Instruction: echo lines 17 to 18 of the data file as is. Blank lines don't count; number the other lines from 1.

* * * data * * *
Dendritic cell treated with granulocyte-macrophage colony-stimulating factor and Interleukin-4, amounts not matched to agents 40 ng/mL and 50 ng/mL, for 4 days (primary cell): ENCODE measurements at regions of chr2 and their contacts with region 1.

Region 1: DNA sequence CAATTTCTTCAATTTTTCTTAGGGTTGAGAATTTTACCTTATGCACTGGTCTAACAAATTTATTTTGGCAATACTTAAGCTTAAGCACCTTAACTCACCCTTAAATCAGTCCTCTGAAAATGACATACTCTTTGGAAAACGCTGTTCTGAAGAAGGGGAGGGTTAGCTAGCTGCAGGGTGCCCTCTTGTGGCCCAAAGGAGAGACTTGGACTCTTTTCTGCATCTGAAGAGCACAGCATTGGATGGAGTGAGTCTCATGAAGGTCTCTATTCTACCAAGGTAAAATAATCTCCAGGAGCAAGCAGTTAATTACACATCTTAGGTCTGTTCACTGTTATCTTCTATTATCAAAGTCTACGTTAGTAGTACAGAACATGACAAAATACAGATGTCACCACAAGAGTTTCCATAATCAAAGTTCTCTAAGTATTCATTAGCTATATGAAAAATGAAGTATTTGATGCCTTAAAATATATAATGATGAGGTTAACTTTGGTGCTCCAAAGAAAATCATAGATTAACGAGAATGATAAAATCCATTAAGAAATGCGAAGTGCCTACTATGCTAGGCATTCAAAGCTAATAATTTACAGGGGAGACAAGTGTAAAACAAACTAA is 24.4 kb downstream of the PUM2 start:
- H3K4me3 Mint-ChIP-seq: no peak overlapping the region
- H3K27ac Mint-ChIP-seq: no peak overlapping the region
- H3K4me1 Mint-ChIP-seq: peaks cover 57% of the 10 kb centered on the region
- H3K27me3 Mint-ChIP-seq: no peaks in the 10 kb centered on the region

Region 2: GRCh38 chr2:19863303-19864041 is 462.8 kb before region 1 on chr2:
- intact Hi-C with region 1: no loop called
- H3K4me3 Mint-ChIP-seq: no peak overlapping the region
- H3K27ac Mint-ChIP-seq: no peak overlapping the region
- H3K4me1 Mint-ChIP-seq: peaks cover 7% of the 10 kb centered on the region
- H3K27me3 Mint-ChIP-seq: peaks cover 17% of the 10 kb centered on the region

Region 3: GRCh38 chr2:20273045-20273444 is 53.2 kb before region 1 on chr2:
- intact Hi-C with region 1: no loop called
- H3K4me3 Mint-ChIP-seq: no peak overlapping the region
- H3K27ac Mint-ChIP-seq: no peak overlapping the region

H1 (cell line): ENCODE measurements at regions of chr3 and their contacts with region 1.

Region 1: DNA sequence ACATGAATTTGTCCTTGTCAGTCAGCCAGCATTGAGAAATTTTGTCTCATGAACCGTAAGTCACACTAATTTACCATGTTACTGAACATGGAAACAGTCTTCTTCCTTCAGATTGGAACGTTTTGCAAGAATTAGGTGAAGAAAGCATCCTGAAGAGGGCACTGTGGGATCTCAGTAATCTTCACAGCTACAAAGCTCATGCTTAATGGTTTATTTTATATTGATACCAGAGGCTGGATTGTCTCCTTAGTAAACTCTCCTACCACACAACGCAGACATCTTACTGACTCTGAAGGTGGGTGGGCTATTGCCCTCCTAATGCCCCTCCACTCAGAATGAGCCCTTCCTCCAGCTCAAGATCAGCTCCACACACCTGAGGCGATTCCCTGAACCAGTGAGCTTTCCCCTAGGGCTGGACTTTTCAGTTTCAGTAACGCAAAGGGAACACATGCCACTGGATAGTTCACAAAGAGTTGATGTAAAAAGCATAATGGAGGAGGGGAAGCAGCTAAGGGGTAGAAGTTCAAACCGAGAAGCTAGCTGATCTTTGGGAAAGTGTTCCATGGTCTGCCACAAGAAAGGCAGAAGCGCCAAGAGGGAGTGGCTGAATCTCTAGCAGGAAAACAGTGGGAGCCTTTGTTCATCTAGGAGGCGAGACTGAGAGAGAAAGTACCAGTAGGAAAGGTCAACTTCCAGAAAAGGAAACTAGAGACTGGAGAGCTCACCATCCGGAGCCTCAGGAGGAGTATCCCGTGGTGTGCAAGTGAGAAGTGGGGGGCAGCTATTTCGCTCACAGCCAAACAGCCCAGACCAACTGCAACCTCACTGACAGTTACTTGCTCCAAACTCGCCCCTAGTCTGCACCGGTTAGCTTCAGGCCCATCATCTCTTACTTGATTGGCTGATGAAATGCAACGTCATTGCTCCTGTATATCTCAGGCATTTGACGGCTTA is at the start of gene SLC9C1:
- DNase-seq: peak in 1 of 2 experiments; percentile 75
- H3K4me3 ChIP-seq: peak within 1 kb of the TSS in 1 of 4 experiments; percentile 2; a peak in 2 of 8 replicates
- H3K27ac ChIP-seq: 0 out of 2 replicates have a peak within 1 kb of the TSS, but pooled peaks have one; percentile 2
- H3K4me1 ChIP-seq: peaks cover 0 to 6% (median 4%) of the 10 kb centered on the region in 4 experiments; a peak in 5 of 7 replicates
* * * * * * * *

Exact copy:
H1 (cell line): ENCODE measurements at regions of chr3 and their contacts with region 1.

Region 1: DNA sequence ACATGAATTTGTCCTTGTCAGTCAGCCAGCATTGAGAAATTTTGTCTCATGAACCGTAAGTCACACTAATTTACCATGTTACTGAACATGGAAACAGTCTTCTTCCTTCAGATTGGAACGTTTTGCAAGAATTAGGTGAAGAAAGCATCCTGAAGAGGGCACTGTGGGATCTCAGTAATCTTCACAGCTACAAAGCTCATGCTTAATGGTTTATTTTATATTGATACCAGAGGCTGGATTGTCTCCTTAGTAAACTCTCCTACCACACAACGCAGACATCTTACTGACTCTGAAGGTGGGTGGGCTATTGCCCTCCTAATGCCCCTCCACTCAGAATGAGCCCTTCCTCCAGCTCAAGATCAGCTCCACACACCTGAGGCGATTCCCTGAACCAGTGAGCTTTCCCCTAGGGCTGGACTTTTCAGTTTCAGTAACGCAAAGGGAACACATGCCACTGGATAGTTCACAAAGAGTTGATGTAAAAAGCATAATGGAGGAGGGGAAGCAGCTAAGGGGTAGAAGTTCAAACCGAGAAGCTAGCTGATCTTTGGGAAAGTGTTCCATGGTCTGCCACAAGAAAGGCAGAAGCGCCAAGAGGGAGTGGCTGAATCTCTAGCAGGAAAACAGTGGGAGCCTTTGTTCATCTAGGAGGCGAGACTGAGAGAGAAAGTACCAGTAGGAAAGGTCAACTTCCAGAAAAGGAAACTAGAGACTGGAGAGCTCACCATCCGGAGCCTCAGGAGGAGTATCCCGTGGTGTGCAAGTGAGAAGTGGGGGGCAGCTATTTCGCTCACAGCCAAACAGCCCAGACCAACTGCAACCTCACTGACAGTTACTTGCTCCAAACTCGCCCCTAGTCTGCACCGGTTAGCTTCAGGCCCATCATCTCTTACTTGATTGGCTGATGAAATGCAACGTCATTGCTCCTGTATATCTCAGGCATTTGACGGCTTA is at the start of gene SLC9C1: